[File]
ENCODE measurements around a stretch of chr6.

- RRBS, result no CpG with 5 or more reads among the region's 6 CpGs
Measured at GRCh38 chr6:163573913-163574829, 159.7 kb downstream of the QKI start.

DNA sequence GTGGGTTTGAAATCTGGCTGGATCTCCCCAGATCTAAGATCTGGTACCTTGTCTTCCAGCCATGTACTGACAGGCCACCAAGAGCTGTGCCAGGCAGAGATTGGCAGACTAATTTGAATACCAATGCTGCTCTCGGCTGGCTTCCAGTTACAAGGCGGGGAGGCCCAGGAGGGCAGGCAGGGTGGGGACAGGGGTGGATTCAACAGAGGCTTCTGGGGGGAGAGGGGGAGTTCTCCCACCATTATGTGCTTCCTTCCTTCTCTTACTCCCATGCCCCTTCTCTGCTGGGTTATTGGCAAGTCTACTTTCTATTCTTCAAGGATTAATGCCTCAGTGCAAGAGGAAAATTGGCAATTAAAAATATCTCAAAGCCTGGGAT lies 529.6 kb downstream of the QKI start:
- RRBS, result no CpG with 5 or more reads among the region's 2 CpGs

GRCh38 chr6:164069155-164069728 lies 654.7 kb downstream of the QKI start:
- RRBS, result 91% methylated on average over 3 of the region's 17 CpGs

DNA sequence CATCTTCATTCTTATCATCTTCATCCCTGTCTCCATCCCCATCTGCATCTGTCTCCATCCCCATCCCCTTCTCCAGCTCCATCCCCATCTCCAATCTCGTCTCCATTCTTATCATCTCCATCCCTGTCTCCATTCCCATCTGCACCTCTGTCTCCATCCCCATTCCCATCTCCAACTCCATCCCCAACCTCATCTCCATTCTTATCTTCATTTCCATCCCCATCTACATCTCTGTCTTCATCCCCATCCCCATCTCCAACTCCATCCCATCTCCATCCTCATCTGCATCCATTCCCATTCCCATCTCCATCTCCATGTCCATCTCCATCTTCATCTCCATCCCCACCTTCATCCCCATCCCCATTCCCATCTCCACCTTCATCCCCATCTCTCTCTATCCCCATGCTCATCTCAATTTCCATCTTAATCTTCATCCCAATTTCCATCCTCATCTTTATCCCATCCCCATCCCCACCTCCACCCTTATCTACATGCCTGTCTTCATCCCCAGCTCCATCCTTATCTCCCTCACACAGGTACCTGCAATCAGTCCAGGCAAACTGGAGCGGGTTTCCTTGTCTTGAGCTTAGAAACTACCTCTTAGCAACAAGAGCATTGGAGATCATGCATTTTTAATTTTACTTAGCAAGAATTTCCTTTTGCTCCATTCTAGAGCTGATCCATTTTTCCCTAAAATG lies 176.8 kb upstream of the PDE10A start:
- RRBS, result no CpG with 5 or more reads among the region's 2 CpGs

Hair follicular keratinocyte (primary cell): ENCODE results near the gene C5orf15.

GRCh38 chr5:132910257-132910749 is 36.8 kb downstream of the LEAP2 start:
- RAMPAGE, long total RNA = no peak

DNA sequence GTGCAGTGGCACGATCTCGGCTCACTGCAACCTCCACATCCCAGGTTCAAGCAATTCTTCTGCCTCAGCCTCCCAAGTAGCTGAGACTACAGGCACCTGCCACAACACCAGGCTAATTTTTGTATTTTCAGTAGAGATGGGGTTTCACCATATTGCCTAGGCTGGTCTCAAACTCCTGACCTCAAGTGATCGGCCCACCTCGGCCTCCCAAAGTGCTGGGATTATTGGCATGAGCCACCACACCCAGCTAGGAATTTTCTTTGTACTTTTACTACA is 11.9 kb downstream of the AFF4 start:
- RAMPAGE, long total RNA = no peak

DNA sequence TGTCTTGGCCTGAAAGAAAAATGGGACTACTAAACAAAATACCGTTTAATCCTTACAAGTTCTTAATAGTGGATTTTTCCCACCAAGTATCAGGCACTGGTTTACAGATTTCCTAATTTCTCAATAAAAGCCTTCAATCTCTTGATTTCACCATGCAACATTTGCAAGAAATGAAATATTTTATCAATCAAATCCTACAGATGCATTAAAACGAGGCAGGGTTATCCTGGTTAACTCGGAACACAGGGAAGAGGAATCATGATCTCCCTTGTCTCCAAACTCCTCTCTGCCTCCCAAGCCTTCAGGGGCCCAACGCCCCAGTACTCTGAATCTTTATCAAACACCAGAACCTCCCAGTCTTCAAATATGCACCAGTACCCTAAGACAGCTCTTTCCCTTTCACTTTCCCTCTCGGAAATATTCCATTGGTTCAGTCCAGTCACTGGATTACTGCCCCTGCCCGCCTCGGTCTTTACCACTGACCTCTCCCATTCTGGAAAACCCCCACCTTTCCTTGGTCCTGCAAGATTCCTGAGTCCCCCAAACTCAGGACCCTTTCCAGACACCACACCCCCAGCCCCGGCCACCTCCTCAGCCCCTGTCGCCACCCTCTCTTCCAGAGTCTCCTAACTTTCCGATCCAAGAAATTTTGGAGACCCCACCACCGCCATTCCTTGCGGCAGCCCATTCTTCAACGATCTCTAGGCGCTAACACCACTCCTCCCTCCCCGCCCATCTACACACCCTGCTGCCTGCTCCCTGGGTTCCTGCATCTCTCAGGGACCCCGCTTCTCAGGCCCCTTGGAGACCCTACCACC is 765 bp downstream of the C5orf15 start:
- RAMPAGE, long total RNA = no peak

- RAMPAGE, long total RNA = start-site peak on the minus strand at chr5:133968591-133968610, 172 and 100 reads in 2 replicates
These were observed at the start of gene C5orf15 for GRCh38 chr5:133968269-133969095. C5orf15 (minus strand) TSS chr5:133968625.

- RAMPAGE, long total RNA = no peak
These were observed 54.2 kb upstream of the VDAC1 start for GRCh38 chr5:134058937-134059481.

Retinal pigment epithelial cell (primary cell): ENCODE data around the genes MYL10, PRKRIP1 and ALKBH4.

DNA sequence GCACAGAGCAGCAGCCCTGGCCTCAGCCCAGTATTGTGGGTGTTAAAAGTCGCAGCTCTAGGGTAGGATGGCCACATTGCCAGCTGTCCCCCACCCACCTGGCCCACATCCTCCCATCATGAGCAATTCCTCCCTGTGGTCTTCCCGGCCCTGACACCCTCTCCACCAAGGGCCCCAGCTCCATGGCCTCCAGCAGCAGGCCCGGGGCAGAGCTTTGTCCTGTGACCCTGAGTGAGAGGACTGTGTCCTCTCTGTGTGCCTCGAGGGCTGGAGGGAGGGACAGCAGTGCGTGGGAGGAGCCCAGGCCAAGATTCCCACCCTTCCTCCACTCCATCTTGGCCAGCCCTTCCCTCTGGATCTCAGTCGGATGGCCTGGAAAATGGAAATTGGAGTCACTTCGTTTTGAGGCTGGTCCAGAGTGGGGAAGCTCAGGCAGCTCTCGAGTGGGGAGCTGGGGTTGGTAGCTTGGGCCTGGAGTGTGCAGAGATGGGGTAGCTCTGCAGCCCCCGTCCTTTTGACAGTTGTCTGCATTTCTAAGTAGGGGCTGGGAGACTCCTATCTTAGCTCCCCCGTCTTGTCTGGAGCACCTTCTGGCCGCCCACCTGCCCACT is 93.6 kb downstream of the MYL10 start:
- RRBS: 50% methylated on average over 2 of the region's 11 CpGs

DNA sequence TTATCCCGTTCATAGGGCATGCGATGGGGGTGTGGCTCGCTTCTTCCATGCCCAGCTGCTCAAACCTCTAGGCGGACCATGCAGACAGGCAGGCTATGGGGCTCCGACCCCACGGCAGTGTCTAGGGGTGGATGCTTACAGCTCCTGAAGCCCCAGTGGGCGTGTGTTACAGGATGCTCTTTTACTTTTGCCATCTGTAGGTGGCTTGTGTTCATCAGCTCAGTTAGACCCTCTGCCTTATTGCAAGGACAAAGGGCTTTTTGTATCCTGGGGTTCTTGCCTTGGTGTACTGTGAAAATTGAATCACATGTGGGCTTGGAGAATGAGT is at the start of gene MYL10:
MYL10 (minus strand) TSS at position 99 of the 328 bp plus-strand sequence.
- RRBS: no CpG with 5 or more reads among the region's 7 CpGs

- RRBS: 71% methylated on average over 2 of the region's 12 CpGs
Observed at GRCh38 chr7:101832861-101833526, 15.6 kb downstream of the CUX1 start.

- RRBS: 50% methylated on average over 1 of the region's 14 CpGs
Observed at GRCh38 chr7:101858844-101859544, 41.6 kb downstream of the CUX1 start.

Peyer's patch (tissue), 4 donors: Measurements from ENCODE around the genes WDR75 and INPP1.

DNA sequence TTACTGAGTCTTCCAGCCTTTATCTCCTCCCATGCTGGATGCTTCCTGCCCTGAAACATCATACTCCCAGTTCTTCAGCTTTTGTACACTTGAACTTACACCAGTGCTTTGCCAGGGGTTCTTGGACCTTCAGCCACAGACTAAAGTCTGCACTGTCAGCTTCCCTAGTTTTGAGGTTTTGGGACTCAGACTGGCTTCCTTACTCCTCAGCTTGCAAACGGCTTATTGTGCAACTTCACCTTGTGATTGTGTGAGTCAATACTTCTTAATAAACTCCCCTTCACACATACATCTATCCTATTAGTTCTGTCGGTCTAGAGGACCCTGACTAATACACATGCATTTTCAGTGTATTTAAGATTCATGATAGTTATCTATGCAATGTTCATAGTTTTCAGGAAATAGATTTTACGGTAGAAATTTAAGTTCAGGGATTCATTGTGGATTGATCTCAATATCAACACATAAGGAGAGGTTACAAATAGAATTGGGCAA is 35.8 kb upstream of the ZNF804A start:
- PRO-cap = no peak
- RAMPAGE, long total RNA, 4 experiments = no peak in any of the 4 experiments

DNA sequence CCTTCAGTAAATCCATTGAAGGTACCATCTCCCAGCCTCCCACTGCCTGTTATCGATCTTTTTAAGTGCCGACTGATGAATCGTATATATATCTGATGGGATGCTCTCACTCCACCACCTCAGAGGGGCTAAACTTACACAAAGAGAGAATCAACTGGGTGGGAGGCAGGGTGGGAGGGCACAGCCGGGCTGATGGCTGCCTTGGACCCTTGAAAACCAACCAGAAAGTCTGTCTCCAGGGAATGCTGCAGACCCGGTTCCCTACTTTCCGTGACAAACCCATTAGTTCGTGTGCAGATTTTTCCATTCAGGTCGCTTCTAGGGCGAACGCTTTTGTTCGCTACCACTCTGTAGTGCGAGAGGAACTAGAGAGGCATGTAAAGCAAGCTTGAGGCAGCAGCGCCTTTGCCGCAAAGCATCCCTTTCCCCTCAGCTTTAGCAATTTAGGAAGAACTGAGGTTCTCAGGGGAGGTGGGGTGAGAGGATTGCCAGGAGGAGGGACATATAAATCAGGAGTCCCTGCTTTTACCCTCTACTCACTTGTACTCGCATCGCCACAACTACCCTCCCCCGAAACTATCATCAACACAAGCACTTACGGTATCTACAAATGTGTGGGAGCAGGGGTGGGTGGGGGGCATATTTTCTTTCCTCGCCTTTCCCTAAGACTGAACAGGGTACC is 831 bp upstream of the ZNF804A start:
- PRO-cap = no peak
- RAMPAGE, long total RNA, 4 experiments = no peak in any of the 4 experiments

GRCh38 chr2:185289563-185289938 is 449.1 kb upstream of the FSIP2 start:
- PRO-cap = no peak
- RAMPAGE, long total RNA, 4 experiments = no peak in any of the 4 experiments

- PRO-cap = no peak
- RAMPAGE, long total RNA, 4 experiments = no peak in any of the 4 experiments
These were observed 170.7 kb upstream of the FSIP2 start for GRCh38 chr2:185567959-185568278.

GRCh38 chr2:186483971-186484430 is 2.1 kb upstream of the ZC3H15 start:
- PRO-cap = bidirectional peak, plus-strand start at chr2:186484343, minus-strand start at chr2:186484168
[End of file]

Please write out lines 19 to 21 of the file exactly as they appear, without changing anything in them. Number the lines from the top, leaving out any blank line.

- RAMPAGE, long total RNA = no peak
These were observed 54.2 kb upstream of the VDAC1 start for GRCh38 chr5:134058937-134059481.

Retinal pigment epithelial cell (primary cell): ENCODE data around the genes MYL10, PRKRIP1 and ALKBH4.